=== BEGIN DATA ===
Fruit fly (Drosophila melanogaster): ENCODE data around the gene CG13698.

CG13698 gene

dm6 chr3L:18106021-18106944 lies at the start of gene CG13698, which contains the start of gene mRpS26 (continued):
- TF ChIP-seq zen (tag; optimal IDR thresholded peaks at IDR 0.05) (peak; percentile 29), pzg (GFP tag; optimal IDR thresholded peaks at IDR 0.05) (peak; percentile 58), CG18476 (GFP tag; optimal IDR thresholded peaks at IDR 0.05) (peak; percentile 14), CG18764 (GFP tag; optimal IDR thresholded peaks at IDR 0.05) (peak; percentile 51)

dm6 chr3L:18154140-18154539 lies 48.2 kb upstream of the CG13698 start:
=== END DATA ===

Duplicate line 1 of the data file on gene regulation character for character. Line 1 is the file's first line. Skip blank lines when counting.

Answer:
Fruit fly (Drosophila melanogaster): ENCODE data around the gene CG13698.